Amache, sometimes also called the “Granada Relocation Center” in Colorado, was one of 10 sites used to incarcerate Japanese Americans who had been forcibly removed from the West Coast by the United States during World War II. The site was added to the National Register of Historic Places in 1994 and was designated a National Historic Landmark in 2006.
Now, in an important step taken to “permanently protect the site for future generations and help tell the history of Japanese American incarceration during World War II,” President Joseph Biden has signed the Amache National Historic Site Act into law, which designates Amache as part of the National Park System.
“As a nation, we must face the wrongs of our past to build a more just and equitable future,” Deb Haaland, Secretary of the Interior, said in a statement. “I applaud President Biden and the bipartisan action in Congress that has ensured this important and painful chapter in our nation’s story is preserved and honored for the generations to come. After visiting Amache and meeting with survivors and descendants, I was moved by their resilience and the way in which Colorado communities came together during and after the injustice to support Japanese Americans. May we all be inspired to do the same today for all our fellow citizens.”
Executive Order 9066 And Amache
On February 19, 1942, ten weeks after the Japanese attacked Pearl Harbor, President Franklin D. Roosevelt signed Executive Order 9066. The act authorized the U.S. government to remove and incarcerate “any and all persons” from areas of the country which were considered vulnerable to attack or sabotage. Nearly 75,000 U.S. citizens of Japanese ancestry were taken into custody, as were another 45,000 Japanese nationals who were living in the U.S. but had been denied citizenship due to their ancestry.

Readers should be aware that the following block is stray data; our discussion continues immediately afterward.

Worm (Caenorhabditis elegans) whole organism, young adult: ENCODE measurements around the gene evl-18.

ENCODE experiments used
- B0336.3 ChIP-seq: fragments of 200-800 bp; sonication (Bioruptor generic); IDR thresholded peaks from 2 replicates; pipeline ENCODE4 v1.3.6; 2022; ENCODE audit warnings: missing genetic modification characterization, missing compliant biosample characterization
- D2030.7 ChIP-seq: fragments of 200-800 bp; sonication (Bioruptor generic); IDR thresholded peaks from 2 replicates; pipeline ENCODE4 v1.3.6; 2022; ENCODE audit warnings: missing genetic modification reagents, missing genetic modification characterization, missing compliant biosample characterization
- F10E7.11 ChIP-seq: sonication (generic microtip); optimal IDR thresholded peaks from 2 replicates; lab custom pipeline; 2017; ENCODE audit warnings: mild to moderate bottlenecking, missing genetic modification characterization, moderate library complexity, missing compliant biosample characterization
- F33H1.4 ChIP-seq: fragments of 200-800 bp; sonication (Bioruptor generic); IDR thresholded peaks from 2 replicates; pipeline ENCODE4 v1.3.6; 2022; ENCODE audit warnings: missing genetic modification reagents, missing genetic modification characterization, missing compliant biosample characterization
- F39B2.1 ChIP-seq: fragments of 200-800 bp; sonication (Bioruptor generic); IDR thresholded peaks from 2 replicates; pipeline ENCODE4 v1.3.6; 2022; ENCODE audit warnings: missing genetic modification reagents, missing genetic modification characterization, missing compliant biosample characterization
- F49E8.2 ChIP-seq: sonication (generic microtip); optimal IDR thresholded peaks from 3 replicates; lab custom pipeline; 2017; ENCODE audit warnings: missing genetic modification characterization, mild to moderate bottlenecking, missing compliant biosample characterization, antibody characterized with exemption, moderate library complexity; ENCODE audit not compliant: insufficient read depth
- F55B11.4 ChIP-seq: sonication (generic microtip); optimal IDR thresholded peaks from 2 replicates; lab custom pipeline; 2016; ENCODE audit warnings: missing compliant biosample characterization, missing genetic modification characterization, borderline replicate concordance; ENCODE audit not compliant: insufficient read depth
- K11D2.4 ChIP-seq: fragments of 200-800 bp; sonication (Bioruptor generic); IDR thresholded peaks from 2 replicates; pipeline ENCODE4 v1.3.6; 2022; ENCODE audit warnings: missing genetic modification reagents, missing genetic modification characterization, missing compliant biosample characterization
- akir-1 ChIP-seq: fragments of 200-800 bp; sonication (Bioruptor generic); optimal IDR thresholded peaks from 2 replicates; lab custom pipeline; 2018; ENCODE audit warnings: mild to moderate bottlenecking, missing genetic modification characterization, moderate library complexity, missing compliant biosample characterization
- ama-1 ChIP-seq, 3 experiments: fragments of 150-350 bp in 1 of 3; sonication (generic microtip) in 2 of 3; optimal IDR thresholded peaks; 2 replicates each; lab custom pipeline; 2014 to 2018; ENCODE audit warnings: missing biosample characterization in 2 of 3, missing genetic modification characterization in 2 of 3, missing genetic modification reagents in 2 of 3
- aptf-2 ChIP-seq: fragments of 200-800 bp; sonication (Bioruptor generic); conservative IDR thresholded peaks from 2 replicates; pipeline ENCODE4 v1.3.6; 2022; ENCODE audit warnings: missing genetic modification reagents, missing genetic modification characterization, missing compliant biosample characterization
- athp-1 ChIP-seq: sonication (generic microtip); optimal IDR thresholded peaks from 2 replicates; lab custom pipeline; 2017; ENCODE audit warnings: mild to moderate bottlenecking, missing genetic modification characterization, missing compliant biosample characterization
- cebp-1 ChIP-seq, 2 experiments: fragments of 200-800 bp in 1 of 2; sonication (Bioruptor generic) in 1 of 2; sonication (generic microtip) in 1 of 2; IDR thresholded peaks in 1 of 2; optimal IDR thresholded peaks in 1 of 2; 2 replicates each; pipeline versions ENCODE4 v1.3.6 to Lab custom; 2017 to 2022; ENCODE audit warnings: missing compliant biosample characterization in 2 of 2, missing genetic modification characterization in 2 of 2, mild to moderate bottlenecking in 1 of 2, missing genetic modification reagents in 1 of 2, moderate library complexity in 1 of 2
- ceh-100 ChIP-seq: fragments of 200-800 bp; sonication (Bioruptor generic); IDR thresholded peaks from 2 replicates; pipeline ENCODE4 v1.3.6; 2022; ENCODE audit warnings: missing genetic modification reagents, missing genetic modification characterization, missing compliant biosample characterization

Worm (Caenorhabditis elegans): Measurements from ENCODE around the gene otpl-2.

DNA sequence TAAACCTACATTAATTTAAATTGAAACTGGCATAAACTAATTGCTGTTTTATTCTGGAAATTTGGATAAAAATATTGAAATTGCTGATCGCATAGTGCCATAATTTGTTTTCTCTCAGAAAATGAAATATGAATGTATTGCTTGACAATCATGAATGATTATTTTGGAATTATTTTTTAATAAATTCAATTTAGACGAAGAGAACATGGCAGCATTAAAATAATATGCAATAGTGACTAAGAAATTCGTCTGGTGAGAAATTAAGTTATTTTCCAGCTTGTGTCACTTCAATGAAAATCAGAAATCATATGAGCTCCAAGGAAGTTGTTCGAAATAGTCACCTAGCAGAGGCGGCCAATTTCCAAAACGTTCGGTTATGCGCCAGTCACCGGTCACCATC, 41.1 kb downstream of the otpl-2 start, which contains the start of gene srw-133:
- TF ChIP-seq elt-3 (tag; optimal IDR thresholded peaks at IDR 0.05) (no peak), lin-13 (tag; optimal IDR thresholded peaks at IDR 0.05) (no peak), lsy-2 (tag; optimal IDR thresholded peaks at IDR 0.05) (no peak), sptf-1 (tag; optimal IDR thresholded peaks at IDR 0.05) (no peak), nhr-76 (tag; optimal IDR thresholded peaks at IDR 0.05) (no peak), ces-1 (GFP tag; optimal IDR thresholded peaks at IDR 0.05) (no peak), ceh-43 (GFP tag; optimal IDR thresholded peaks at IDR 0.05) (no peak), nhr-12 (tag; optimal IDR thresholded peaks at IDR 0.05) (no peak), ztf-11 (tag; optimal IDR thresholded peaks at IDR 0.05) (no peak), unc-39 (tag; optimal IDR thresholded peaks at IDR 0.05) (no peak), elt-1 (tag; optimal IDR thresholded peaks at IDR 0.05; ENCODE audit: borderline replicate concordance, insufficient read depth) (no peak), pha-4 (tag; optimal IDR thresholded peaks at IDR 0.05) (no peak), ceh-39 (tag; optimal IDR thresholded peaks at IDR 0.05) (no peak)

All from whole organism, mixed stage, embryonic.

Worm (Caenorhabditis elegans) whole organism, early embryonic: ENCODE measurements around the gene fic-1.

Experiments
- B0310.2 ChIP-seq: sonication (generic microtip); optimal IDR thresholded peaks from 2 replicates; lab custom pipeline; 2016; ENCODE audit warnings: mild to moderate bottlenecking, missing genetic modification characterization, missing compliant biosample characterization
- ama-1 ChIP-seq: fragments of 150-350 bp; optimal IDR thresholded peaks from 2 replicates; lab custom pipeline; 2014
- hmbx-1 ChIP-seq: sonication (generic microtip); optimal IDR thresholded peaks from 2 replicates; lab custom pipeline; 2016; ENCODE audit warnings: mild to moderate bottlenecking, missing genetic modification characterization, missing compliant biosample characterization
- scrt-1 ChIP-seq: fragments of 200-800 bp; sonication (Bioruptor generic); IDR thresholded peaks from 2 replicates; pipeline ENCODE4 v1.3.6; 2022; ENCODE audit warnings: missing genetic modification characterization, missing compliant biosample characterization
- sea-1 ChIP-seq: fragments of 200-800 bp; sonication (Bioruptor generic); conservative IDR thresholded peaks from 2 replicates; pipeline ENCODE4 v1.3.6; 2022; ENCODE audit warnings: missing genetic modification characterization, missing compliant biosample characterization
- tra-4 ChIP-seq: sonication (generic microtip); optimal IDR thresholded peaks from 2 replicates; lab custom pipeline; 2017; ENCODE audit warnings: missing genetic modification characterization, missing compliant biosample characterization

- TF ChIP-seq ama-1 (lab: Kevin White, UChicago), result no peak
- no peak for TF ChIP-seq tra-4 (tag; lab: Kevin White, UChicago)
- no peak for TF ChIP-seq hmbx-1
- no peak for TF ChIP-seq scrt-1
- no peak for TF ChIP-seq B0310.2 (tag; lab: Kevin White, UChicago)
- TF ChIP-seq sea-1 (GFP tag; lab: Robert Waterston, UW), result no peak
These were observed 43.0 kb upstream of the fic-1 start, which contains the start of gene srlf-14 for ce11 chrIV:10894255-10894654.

More than 10,000 people were incarcerated at Amache from 1942 to 1945. At its peak, 7,310 people — two-thirds of whom were U.S. citizens — were housed there.
Amache, which is open to the public, is currently managed by the Amache Preservation Society and is owned by the Town of Granada, Colorado. It consists of a historic cemetery, a monument, and historic concrete building foundations. There also are reconstructed structures from the World War II camp-era, including a barrack, recreation hall, guard tower, and water tank.
The National Park Service will work closely with the stakeholders — including former incarcerees and their descendants as well as the Amache Preservation Society — to preserve Amache to continue those services, and “to care for the history and memories of those who were once incarcerated at this site.” What’s more, the National Park Service will work with the Town of Granada to acquire the lands, however that process may take more than one year to complete.
“It is our solemn responsibility as caretakers of America’s national treasures to tell the whole story of our nation’s heritage for the benefit of present and future generations,” said Chuck Sams, director of the National Park Service. “The National Park Service will continue working closely with key stakeholders dedicated to the preservation of Amache, and those directly impacted by the incarceration of Japanese Americans during World War II, to preserve and interpret this significant historic site to the public.”
Know Before You Go
The Amache National Historic Site is open during daylight hours. In addition to viewing interpretive panels, visitors can use a self-guided driving and audio tour to learn more about the site.
Located just outside of Granada, the Amache National Historic Site is about a 4-hour drive from Denver. It’s also 17.5 miles from Lamar, which is served by Amtrak.
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